COBOL Test Coverage Tool
The COBOL Test Coverage tool enables the collection and display of code coverage data on COBOL software source code bases of arbitrary size. It is a member of SD's family of Test Coverage tools.
COBOL Test Coverage Features
- Dialects: ANSI COBOL85, IBM VS COBOL II, IBM Enterprise
- Not dependent on any particular compiler
- Works with arbitrary subsets of source code base
- Can accumulate data from multiple test runs into one or more test coverage vector (TCV) files
- Can handles
tens of thousandsof source files
- Extremely low probe overhead
- Operations to combine test coverage data (TCV files) for unions, deltas, intersections
- Produces coverage report by system, program, section, and paragraph.
- Test coverage collection can run on platform separate from Test Coverage Tool
The COBOL Test Coverage Tool has an intuitively simply graphical display. It shows
- Eligible test coverage vector (TCV) result files
- Selected/accumulated/computed TCV files
- List of files being tested for coverage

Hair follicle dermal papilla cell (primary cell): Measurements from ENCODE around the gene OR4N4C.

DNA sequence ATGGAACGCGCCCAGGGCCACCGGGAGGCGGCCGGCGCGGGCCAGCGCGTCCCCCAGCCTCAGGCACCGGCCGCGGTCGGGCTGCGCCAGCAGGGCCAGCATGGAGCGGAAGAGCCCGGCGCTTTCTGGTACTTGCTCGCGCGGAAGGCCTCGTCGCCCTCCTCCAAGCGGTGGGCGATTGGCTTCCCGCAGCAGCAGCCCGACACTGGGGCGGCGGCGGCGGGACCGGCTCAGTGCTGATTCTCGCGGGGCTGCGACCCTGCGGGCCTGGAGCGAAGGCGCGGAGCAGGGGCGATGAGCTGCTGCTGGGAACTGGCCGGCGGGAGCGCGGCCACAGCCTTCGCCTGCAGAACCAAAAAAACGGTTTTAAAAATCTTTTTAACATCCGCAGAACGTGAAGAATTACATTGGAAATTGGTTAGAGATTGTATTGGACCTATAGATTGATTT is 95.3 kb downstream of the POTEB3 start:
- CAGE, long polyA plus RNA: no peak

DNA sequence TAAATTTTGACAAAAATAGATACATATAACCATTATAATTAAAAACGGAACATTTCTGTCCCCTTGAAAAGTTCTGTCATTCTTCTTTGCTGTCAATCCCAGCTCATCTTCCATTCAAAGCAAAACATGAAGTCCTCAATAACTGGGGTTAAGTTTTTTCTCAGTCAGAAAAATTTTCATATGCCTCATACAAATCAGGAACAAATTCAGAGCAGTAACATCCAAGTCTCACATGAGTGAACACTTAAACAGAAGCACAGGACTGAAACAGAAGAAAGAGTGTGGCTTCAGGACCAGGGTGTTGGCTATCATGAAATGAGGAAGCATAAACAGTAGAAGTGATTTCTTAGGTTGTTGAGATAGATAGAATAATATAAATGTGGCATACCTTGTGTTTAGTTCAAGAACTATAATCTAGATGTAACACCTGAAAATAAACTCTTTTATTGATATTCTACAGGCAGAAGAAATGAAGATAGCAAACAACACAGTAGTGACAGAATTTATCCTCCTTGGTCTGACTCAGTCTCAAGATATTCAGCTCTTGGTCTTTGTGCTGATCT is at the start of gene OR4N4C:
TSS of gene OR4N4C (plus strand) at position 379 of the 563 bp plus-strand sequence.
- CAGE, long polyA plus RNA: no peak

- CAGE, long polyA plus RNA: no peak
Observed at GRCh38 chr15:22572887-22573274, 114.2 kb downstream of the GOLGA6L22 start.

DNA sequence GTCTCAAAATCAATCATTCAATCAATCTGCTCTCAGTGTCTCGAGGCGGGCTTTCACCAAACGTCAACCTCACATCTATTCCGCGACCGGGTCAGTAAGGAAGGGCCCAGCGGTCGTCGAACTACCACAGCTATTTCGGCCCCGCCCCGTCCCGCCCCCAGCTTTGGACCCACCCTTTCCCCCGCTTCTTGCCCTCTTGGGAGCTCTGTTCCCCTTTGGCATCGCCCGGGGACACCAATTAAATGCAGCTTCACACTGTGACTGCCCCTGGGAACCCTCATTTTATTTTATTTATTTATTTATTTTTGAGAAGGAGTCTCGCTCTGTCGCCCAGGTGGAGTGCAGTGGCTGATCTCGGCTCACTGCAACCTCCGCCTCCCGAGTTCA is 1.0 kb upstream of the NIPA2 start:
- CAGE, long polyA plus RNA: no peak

- Locations of probe points in files
- Browsable source text of file of current interest
- Covered/uncovered status of each probe point on file source text
- Summary statistics for percentage covered
Here is a screenshot (in a popup window) of the COBOL Test Coverage Display. If you have popups disabled, try this link: screen shot. The example shows test coverage data from a single TCV file. Green intervals in the program text pane illustrate portions of code that were covered by the tests recorded in the TCV file; red intervals indicate those that were not covered. The yellow interval is the selected probe, which you can see from the color key beside the probe in the browser indicates an uncovered portion. Multiple TCV files, each representing distinct collections of usage data, may be overlaid in the display to indicate aggregated test coverage.
Here is a screen shot illustrating a different graphical user interface which Semantic Designs developed for the Rational Development for System Z™ (RDz) Environment. The screen is organized differently, but conveys the same information. The pane in which the target code appears is an editor which in this case specifically supports COBOL. Test coverage results are produced in an format that is amenable for communicating with other GUIs as well.
Other COBOL dialects can be accommodated.